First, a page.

Many know the surprising joy of meeting the Gospel in Les Misérables: Victor Hugo’s nineteenth-century novel, in the dozen film adaptations, and in the musical theater phenomenon. (My production company was one of the partners in the London and Broadway version of Les Mis.) I believe many more will be surprised to enter the modern day Via Crucis of director Tom Hooper’s new film adaptation of the musical, which opens on Christmas Day.
There is no Hollywood sacrilege here. Protagonist Jean Valjean’s journey in the story is a living witness to the Way of the Cross.
Writing about the novels of William Faulkner, Thomas Merton observed that:“a writer can be profoundly biblical in his work without being a churchgoer or a conventional believer, and. . .in our time it is often the isolated and lonely artist, facing the problems of life without the routine consolations of conventional religion, who really experiences in their depth the existential dimensions of the those problems.”
This is certainly true of Victor Hugo (1802-1885), the author of Les Misérables, but it’s true too of the many collaborators, investors, and producers of what has become the most beloved musical of all time – true whether or not they acknowledge it. Some artistic expressions – in literature, theatre, film, fine arts, dance, music, television, and in so-called New Media – intuitively show us dimensions of redemptive longing, and they are the ones that touch the depths of the soul. And often surprise cynics in New York and Hollywood.
These are the avenues of inculturation that Blessed Pope John Paul II urged us to pursue in proclaiming the Good News: “The inherent missionary nature of the Church means testifying essentially to the fact that the task of inculturation, as an integral dissemination of the Gospel and its consequent translation into thought and life, continues today, and represents the heart, the means, and the goal of the new evangelization.”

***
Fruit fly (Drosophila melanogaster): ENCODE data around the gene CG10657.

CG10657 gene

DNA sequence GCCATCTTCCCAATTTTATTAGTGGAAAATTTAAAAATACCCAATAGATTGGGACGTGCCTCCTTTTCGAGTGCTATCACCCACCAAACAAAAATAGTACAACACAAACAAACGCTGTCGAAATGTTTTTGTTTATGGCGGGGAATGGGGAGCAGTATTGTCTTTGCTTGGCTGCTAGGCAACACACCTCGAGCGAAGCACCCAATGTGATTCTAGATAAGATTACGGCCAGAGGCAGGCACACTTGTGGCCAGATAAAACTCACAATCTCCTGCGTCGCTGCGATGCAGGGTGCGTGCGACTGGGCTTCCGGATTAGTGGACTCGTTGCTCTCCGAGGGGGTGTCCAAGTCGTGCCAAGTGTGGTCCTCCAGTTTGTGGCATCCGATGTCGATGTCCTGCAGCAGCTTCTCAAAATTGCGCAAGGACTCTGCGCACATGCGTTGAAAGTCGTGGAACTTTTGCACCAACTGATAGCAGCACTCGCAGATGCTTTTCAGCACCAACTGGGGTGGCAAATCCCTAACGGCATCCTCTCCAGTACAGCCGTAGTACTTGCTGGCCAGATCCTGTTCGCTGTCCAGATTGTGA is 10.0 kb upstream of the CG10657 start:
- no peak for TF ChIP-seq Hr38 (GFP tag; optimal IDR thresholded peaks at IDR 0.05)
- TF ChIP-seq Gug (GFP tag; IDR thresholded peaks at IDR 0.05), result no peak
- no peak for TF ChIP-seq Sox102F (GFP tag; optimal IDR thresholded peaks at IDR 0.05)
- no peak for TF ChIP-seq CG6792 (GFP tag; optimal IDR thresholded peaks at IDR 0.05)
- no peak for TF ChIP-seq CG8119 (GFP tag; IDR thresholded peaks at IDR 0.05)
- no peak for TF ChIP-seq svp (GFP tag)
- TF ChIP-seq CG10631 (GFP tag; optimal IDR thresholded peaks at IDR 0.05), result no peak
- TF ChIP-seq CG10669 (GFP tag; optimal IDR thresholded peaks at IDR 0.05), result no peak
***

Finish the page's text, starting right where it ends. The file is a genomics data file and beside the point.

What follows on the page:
Critics, of course, often resist such works, even as the general public embraces them. It was true in 1862 when Hugo’s novel was published. Critics skewered the book; readers made it an international bestseller. It was true in 1985 when the Royal Shakespeare Company premiered the musical adaptation of Les Misérables in London, which met with tepid critical acclaim at best. One critic wrote: “There is a string of impressive sights over the three-and-a-quarter hours, but little to grip the ear and still less to trouble the mind.”
I can testify that all involved in the show were puzzled by such comments after the New York opening. Were the critics really deaf to the show’s soaring score? To songs such as “I Dreamed a Dream,” “A Heart Full of Love,” and “Bring Him Home”?
What is it about the interior journey we take when we enter this story that makes some critics lambaste it but audiences love it? I think it’s because, despite his own moral lapses and spiritual doubts, Victor Hugo gave us a story that reflects the Gospel of Jesus Christ. As the boy Gavroche sings on the barricades in the musical, “I never read the Bible but I know that it’s true.”
Christopher West has said there is no other theatrical production that has so awakened his yearning for heaven or given him such him hope of its fulfillment, because the show“explores the hidden realms of our hearts and beautifully affirms what we long for (desire), what we’re created for (design), and what we’re headed for (destiny).”
It’s as Chesterton put it in The House of Christmas:
To an open house in the eveningHome shall all men come.To an older place than EdenAnd a taller town than Rome.To the end of the way of the Wandering Star,To the things that cannot be and that are,To the place where God was homeless and all men are at home.
Victor Hugo’s own words were a harbinger of the musical theatre adaptation of his masterpiece: “Music expresses that which cannot be put into words but about which it is impossible to remain silent.” The critics’ laments seem to suggest that such themes as forgiveness, justice, self-sacrifice, and love are unworthy if they are redemptive.
Hugo wrote his novel when the moral and political crises of nineteenth century France had consigned so many to unrelieved suffering. Today the creators of the stage version, and now the film adaptation, present their interpretation at a time when we endure our own set of cultural and political crises that can render us broken-hearted, but can also raise hope and inspire us to become agents of transformation.
We may be a “creative minority,” as Pope Benedict XVI describes us, but all of us hear echoes of something primordial when we hear true, good, and beautiful music and lyrics in our own day. If we act on these inspirations, in ways great and small, we can each contribute to the flourishing of a civilization of love.